Innovation to solve one of the worst animal cruelty practices

By on November 1, 2016 with 5 Comments By Wayne Pacelle

There’s been an ugly, long-hidden secret in the egg business: half of all the chicks born into the industry are killed immediately after hatching, often by throwing the live animals into shredders.

It’s a horrifying thought and practice, but it’s been routine for decades. It’s driven by harsh utility. Because the male chicks don’t lay eggs and don’t grow fast enough to be profitably used for meat, the industry’s solution to this unwanted “byproduct” for decades has simply been to dispense with them. Given their size and number, the most convenient way to handle them was simply to grind them up.

Each year, 300 million hens are used for egg production — that means hundreds of millions of male chicks are ground alive annually, compounding the moral problems associated with industrial-style egg production.

Since Unilever became the first major egg user to announce it was seeking a solution to avert this gruesome problem in 2014, there’s been something of a free-market race to commercialize technology that could detect the sex of a newly laid egg. And as the Washington Post’s Karin Brulliard reported recently, that race is now producing technologies that may be on the market within a year.

Funded by the pasture-based egg company Vital Farms, an Israeli company called Novatrans now has a technology that can determine the sex of the chick on the first day the egg is laid. That means that eggs, which would eventually become male chicks, can immediately be taken out of the incubator and never brought to hatch in the first place. There have been similar efforts at work in Germany.

As Brulliard correctly notes, “The wide-scale adoption of in-ovo sexing technology would be another win for chickens, which have become some of the more unlikely beneficiaries of the animal welfare movement.”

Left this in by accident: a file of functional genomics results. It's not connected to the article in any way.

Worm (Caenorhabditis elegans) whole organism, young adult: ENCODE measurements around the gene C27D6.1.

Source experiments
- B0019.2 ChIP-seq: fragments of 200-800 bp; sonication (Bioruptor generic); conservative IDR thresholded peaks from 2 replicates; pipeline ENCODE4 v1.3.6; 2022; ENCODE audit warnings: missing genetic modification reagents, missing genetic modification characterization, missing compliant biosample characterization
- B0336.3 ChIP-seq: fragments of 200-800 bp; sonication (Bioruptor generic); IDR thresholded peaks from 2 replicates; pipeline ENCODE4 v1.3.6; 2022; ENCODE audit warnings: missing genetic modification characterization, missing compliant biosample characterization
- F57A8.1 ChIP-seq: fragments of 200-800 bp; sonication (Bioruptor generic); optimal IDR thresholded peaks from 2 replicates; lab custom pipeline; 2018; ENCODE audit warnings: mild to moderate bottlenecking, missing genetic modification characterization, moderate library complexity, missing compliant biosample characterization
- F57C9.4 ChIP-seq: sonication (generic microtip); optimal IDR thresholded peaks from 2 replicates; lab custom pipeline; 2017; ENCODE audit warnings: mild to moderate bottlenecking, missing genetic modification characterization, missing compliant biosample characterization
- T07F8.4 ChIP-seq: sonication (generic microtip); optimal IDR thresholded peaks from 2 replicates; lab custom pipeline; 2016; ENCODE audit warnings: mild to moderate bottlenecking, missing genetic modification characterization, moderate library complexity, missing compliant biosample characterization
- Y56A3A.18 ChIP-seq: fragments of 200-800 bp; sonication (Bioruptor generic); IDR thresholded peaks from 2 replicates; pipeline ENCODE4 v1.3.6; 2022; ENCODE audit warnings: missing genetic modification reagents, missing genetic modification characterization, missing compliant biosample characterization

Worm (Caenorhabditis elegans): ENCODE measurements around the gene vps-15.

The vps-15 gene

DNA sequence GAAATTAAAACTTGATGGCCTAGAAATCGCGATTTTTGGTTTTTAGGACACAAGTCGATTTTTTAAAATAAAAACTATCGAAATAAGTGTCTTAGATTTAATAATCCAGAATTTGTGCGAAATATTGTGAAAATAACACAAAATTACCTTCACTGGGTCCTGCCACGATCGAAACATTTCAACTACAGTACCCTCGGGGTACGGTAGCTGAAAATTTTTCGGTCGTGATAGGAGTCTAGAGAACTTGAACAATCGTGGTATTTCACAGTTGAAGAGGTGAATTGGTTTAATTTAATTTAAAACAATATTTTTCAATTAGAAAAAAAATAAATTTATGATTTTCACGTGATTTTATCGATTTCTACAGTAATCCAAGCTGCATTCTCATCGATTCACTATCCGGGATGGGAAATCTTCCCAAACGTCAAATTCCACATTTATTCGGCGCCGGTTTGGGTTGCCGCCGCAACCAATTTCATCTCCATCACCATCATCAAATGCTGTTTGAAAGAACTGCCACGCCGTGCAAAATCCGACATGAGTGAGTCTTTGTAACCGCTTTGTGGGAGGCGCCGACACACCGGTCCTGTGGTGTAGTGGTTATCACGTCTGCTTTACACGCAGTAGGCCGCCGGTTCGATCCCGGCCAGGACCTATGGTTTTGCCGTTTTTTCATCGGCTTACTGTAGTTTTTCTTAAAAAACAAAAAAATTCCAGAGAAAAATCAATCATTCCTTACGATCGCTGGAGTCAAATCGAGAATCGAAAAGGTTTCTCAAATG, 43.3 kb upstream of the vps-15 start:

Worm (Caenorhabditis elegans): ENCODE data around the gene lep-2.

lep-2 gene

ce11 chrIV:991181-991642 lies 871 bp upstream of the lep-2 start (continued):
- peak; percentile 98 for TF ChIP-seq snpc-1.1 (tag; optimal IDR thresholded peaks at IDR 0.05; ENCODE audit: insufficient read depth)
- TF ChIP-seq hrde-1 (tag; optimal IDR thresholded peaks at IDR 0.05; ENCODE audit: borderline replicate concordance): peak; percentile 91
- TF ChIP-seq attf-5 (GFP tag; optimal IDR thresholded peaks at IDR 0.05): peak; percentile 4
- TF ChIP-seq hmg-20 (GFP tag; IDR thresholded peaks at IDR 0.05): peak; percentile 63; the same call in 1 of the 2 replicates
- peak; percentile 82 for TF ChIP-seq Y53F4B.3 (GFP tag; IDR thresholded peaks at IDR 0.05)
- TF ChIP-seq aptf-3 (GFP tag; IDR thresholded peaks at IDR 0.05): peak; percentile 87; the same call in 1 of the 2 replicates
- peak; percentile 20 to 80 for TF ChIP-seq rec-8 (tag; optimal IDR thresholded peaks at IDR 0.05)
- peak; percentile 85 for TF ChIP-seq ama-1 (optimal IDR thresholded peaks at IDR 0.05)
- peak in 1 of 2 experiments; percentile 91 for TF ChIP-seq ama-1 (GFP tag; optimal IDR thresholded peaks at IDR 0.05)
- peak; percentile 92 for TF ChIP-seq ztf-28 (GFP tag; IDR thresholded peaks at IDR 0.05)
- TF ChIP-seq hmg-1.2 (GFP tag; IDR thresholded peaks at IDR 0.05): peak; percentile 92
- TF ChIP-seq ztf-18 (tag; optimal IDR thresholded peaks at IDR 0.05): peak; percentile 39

With this technology getting support from Vital Farms, and with encouragement from the United Egg Producers, the industry trade association, it’s our hope that it will be commercialized in the very near future. It’s an innovation that makes cruel killing, on a massive scale, obsolete.

When we apply our creative thinking, combined with our moral intention, we get these kinds of outcomes. And the only shredding that occurs involves old, archaic ideas.

Farm Animals

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  1. Robynne Catheron says:

    Thank you, Wayne! This is the best chicken-related news I’ve heard in a long time! It’s a lazy and barbaric practice, so I hope and pray this early sexing is implemented soon.

  2. Kathryn Russo says:

    I had no idea this was happening. It’s horrible and cruel. Thank you for making us aware and keep us posted on the progress.

  3. Lisa Hall says:

    I’m curious, what happens to the male eggs? Do they become ? for eating or are they disposed of for some reason?

    • Scott says:


      From what I’ve read elsewhere, the eggs need to be at least 2 days after lay to be tested (according to Vital Farms CEO and incorrectly stated that the can be tested at lay in this article). This is still before entering the incubator (incorrectly mentioned in this article that the male eggs would be removed from the incubator) and that’s important as it stops embryo development at an early stage. From limited searching you can sell fertilized shell eggs in the USA so the male eggs could be sold to consumers. This would definitely require that the eggs had not been in an incubator first. The other option is to send them as ‘breakers’ to be processed and included in other products that use eggs.

  4. Linda Gaudin says:

    Just when you think you’ve heard the cruelest story of animal abuse, another story surfaces! I had no idea this awful practice takes place! Hopefully, this new technology will put an end, in a long list, of another unbelievable practice!

    Thank you Wayne, and all the people who work to help all animals!

    My favorite quote : Bless the beasts and the children
    For in this world they have no voice, they have no choice

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